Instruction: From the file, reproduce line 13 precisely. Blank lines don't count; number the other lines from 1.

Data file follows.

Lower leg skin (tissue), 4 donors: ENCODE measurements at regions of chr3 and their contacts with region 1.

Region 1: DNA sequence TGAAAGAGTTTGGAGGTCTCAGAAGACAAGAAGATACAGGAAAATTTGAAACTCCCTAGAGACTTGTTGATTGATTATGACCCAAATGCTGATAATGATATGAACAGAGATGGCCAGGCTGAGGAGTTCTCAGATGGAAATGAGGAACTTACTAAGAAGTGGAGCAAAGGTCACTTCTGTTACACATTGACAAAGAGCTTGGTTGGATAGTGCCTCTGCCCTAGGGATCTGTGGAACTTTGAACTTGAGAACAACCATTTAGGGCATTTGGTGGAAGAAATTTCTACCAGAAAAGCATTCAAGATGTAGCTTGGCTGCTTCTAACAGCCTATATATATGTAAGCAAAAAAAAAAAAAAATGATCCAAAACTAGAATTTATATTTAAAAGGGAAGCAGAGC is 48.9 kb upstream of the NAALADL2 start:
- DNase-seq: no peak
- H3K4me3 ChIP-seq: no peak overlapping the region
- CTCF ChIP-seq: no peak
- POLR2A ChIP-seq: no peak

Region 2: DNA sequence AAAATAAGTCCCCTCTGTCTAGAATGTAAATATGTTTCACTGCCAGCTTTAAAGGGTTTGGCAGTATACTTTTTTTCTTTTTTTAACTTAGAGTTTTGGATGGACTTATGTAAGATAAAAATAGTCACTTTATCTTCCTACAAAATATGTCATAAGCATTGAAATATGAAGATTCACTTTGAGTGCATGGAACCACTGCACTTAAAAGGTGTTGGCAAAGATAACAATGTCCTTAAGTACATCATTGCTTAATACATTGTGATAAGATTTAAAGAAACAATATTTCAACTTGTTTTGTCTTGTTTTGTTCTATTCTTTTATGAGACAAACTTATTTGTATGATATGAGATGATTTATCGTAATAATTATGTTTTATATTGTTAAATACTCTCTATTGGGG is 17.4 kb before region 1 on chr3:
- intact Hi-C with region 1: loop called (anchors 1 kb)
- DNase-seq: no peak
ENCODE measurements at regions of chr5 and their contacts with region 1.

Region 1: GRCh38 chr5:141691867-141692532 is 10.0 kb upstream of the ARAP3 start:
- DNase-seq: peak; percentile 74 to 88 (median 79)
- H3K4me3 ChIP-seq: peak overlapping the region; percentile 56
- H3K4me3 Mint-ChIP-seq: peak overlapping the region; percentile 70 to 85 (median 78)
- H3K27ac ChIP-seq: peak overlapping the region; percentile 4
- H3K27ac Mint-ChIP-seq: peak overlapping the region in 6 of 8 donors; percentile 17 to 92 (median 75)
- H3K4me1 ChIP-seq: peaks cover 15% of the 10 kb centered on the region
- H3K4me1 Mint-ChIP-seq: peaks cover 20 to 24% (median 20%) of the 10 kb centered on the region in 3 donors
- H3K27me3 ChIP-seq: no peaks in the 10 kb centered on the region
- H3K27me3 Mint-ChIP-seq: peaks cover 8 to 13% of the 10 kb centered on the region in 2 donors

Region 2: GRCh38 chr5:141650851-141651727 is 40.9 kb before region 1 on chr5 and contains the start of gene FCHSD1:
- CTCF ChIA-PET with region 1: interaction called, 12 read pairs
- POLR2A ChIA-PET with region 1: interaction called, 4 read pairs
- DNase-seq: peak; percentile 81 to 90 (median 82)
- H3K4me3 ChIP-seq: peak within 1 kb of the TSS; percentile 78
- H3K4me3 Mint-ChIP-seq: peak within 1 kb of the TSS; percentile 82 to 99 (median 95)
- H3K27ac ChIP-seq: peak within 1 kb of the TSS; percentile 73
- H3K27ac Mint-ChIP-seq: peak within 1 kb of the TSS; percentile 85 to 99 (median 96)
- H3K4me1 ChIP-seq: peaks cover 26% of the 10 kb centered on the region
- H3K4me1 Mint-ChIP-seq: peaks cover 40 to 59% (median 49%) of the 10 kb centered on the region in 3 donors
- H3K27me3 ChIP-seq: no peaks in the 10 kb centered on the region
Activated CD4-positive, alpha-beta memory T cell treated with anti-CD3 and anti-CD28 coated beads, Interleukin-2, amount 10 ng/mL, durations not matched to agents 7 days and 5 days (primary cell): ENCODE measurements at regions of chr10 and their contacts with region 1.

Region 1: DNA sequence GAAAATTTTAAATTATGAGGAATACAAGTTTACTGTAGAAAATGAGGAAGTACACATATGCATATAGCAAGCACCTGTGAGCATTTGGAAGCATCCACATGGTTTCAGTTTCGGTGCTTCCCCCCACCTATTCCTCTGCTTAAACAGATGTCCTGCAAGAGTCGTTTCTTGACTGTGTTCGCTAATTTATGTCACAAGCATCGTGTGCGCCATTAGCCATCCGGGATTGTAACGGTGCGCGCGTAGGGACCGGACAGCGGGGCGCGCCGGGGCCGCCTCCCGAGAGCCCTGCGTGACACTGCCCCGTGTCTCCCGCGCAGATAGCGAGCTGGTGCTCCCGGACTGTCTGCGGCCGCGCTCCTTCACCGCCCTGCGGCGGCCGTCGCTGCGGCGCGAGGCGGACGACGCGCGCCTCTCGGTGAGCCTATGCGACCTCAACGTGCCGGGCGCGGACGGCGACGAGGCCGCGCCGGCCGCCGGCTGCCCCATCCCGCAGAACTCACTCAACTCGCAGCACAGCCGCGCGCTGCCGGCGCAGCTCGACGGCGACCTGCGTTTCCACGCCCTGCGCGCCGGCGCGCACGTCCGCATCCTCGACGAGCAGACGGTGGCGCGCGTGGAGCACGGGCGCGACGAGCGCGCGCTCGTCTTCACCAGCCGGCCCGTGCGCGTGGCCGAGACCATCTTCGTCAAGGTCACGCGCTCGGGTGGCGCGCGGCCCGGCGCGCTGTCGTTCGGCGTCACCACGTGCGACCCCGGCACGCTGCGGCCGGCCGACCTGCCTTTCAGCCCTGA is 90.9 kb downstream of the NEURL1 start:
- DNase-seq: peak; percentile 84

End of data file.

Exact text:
- H3K4me3 ChIP-seq: peak overlapping the region; percentile 56